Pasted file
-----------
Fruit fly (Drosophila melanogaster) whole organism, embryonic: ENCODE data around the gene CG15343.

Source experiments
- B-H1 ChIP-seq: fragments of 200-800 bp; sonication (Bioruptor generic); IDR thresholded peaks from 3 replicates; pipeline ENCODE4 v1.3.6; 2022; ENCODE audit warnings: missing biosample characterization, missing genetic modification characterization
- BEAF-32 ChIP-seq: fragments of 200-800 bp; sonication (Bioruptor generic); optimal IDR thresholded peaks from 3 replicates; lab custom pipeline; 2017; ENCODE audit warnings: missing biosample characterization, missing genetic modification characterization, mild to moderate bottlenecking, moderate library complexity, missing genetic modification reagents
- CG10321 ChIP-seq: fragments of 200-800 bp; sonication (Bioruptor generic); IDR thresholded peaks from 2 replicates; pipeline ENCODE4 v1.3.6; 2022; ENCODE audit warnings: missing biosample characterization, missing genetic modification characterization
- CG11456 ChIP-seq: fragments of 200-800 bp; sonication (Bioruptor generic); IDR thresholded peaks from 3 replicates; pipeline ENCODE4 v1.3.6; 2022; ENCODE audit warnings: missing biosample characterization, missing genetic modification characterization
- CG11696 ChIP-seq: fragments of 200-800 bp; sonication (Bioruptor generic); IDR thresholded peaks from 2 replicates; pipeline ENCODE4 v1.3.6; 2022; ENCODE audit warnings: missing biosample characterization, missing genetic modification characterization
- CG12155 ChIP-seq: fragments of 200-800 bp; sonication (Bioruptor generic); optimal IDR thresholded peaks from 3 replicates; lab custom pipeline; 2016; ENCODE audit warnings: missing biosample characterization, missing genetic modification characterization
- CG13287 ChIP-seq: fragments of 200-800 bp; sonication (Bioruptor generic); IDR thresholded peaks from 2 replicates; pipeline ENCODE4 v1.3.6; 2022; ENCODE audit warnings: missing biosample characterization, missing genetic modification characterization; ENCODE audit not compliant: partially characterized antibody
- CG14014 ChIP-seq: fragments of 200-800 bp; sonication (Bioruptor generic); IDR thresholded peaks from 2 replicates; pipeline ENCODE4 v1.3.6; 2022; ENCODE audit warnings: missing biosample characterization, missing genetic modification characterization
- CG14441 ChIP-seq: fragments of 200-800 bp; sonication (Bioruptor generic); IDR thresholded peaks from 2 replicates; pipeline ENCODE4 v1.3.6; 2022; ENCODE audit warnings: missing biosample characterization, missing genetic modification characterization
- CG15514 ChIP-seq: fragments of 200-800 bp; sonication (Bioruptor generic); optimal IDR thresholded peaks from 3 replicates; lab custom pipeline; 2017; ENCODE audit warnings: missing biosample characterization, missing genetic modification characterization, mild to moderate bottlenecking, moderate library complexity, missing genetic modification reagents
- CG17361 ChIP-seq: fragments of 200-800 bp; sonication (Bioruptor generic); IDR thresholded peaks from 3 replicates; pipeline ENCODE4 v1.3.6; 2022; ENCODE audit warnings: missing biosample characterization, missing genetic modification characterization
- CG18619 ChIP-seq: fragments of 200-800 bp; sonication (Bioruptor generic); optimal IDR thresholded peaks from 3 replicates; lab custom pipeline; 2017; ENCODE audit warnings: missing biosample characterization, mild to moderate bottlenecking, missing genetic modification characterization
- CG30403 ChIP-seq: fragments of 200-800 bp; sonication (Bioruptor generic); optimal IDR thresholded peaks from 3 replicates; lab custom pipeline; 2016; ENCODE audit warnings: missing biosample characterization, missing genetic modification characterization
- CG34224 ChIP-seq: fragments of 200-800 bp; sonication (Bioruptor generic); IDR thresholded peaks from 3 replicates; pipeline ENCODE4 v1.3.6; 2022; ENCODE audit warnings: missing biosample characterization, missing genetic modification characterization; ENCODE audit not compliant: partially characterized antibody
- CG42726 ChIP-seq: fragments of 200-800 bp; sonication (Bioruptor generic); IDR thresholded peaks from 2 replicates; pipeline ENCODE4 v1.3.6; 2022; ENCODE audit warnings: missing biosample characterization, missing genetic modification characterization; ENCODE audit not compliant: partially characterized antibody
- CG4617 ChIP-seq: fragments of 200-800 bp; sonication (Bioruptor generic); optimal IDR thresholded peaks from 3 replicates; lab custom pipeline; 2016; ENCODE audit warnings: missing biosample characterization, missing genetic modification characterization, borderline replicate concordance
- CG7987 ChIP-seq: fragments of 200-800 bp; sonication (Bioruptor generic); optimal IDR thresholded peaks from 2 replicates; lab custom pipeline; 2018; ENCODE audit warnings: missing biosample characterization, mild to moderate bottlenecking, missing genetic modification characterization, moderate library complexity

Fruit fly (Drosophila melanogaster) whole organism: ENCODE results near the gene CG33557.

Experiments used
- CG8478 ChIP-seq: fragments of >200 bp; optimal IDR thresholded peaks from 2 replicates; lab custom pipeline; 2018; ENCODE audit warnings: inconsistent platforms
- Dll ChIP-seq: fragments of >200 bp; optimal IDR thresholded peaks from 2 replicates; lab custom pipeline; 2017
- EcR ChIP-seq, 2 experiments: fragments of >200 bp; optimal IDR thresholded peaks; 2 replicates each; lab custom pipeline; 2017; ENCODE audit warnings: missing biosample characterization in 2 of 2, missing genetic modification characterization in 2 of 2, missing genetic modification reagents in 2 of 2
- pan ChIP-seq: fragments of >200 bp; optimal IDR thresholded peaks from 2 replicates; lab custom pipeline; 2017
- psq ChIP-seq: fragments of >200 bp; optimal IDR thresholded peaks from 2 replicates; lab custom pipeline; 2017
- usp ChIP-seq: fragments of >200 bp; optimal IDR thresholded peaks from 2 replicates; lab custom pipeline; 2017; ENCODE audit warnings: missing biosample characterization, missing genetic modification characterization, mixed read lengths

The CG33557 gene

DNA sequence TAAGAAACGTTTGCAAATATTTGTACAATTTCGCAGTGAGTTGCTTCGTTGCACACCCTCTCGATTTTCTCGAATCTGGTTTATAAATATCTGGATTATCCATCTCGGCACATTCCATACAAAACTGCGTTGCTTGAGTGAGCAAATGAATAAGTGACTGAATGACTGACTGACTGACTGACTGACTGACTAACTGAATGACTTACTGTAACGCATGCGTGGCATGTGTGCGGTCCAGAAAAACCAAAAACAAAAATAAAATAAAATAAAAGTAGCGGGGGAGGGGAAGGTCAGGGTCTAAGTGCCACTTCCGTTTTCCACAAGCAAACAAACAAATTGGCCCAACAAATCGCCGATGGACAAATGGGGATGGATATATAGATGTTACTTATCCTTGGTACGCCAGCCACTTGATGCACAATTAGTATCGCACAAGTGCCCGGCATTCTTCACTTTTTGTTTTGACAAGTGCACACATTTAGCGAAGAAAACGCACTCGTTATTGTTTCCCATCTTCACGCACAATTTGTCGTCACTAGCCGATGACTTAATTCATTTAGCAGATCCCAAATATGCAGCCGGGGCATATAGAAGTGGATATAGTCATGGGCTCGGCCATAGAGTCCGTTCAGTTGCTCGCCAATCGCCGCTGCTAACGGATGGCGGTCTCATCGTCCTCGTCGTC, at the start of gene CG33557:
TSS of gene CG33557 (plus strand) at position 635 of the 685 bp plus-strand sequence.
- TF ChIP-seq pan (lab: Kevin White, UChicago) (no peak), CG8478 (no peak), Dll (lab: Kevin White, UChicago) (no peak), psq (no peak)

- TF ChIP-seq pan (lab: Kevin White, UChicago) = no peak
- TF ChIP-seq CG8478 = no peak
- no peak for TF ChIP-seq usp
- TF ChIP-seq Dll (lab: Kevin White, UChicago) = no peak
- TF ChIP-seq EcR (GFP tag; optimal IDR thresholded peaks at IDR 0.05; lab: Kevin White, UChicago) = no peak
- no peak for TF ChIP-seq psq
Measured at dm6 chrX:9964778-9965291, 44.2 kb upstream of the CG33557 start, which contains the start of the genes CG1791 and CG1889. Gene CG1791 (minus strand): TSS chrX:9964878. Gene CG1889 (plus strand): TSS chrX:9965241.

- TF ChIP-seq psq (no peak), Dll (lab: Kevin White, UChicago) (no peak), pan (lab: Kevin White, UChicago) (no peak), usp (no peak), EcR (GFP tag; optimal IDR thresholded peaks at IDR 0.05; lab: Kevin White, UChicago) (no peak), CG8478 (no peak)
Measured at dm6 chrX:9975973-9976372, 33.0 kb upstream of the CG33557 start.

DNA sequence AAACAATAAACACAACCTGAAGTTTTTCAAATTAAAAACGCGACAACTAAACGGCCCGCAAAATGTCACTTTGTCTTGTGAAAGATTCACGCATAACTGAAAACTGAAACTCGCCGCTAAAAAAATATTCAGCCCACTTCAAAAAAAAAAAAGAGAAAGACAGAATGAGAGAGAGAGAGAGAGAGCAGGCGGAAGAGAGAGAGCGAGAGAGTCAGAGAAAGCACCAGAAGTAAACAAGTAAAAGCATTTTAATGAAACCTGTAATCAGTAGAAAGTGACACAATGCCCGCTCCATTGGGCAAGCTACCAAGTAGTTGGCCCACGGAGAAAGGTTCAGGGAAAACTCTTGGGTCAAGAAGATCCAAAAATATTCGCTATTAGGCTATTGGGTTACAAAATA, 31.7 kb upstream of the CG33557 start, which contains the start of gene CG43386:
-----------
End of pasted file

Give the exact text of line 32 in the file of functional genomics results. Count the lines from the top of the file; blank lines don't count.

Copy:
- TF ChIP-seq pan (lab: Kevin White, UChicago) = no peak